10 Ways To Blend In – A Street Photography Guide

Eye Contact

It follows reason that if you’re looking at someone, they will look at you.

If staying inconspicuous is your aim, look straight ahead. Focus on your image. The less attention you pay to subjects around you, the less they will see you.

Side Streets

Putting yourself out there can be very daunting (I know this all too well!).

Something I’ve done in the past, and occasionally still do, is start by finding a side street.

Not only does this give you the opportunity to make sure your camera is all set up, but it allows you to catch your breath.

If you have just spent the best part of 20 minutes traveling to your location, take if a moment to absorb your surroundings (by yourself) – is a great way to calm your nerves and gather your thoughts.

Once you have a clear intention of what you’ve came out to photograph – get out there.

Camera Gear

This one will depend largely on your current set up, your confidence levels and whether you’re willing to put mind over matter.

Allow me to explain.

I’m fortunate enough to have two cameras. Both relatively inexpensive. A Canon 5D Mk I and a Canon M50.

The 5D is bulky, heavy but full frame. It is large, imposing and obvious.

The M50 is small, lightweight but a crop sensor. It is subtle, has the appearance of a “cheap camera” and can lead to some very close up moments.

Clearly both set ups have their perks. In my experience, and in the interest of remaining inconspicuous, it certainly helps to have a small, compact and subtle system.

However, mind over matter, if you have a better set up for the job but are afraid of what people might think…. Well, I’ve already written a piece on how to deal with doubt.

Walk Around

Similar to what I’ve already spoken about with side streets, having a walk around can help you blend into the situation.

If you walk into a scene, whip your camera out and start photographing, there will be some strange looks and even a possible confrontation.

However, if you walk around, through and become a part of the crowd, you will very soon become part of the environment.

Once you find people have stopped paying you any attention, it’s time.

This can take as long as is necessary. You will find that the person holding you back from getting started will almost certainly always be you!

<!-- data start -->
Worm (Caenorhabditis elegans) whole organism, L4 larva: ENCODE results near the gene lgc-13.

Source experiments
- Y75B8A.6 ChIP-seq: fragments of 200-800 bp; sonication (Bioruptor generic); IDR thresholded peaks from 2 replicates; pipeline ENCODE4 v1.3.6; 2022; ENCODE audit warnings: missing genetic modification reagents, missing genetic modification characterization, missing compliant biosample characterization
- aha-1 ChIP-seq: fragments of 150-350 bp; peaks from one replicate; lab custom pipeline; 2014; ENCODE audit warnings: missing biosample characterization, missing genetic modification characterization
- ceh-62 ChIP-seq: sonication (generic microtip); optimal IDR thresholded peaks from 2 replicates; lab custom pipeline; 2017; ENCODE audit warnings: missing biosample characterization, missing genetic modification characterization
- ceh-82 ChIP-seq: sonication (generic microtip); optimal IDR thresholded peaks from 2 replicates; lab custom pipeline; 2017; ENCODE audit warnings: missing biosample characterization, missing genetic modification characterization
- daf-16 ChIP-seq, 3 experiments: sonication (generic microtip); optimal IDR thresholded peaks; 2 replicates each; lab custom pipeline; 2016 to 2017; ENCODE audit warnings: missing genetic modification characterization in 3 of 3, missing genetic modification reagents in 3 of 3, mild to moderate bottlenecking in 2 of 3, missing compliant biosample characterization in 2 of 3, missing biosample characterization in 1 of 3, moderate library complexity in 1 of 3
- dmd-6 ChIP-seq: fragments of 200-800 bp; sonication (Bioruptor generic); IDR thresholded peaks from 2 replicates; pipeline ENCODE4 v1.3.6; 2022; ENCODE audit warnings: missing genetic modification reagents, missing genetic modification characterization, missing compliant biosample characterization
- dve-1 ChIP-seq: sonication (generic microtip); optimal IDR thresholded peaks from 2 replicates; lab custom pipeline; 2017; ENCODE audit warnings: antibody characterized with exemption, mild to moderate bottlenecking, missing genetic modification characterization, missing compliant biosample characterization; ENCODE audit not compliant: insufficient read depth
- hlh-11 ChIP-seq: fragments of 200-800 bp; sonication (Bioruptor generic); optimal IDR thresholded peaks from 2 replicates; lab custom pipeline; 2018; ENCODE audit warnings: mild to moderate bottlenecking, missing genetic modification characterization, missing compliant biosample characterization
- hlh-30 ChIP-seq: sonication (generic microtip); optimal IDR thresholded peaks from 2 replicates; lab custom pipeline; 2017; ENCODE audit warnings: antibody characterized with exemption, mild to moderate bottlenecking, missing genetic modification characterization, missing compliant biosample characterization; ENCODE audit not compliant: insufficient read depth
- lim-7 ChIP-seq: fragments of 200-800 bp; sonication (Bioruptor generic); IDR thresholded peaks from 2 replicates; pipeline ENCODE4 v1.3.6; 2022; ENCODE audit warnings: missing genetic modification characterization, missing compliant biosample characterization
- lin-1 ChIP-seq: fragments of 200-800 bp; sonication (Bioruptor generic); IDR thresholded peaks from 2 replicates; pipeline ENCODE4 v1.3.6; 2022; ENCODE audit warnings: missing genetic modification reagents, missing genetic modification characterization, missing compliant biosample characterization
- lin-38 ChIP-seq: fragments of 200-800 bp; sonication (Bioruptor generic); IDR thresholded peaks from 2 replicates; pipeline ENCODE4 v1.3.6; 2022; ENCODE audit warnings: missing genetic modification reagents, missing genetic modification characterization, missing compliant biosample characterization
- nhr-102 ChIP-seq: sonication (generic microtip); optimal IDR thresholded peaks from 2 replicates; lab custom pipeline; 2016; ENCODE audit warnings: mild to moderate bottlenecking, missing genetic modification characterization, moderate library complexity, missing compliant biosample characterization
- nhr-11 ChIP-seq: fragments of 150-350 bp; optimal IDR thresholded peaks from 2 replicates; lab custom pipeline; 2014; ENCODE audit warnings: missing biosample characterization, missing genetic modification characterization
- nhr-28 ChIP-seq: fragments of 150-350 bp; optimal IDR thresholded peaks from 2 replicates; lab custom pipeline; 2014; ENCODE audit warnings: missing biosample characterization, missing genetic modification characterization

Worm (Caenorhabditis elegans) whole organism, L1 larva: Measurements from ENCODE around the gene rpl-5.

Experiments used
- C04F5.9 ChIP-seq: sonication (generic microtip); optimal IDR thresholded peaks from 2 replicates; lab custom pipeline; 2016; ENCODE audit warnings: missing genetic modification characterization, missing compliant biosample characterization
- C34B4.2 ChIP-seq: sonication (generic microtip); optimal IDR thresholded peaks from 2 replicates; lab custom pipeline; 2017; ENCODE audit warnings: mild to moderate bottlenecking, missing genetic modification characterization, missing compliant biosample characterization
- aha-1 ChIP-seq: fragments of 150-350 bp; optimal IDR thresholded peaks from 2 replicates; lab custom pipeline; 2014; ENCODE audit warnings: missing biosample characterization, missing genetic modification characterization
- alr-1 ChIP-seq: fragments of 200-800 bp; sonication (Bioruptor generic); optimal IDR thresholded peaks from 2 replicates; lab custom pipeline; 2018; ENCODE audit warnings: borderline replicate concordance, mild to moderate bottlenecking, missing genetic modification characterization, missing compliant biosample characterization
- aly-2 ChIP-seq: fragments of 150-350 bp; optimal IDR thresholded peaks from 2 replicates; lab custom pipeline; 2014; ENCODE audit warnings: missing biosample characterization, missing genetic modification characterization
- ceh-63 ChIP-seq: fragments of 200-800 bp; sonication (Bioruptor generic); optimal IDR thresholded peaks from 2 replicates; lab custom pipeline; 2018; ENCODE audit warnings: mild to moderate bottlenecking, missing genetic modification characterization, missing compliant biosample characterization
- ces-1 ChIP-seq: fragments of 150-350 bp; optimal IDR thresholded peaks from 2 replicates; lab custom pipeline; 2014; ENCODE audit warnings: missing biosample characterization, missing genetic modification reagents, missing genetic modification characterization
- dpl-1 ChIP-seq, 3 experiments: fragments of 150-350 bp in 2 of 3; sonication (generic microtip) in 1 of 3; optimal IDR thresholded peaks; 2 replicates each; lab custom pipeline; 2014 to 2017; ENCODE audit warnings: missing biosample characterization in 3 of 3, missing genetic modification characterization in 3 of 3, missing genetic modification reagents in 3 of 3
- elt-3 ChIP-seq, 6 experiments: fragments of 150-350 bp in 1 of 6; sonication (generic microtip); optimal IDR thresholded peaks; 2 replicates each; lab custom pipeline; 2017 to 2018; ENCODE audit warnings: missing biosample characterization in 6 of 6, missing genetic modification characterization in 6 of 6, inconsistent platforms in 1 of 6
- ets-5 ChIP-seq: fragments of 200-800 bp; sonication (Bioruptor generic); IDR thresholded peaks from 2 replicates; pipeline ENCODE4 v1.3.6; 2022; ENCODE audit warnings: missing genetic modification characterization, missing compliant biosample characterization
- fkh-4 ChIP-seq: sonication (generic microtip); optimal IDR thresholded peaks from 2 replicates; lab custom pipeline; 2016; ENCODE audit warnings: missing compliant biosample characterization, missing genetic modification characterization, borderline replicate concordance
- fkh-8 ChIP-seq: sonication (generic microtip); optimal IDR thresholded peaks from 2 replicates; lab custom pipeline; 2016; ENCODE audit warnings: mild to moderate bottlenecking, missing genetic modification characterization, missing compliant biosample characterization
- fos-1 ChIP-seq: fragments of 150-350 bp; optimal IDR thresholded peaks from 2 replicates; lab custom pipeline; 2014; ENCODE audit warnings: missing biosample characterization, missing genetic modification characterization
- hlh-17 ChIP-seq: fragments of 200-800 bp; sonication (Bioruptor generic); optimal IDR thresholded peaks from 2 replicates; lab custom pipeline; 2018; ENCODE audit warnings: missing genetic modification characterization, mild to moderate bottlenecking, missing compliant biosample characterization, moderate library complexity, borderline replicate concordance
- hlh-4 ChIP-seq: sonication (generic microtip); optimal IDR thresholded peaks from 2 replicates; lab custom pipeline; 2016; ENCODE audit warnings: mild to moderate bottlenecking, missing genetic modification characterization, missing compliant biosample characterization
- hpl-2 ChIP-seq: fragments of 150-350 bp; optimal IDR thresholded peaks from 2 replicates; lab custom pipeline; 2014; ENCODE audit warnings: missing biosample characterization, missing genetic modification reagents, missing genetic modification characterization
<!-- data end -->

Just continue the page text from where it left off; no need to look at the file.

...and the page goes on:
The Tourist Effect

This is a favourite of mine.

If you are in a City and it has a tourist attraction, (it may even be your own City) you can use The Tourist Effect to your advantage.

Simply put, if you take a photo of a well known building, street or setting, people will be less likely to wonder why you are taking a photo.

After a few minutes of taking photos of the local environment – again, using this as an opportunity to test and adjust your camera settings – you will fit right in. People will stop paying you attention.

This gives you free reign to start your session.

Get There First

This one ties in with The Tourist Effect.

You have a location. The light is right. You have the image in you mind.

If there is a subject in the right spot when you get there – but it would cause confrontation taking that image – it may be best to just wait.

Once the subject has left, the setting is under your control. When the next subject enters the frame (providing the subject is right for your intention) the shoe will be on the other foot.

I have found, very often, that people will tend to stop and apologise for almost walking into your image.

This is the perfect time to look up, smile and wave them through. They wont mind if you take the image. As far as they are concerned, you were planning to take the shot before they got there – not because of them.

Dummy Shots

I use dummy shots to make it appear that I’m photographing something im not.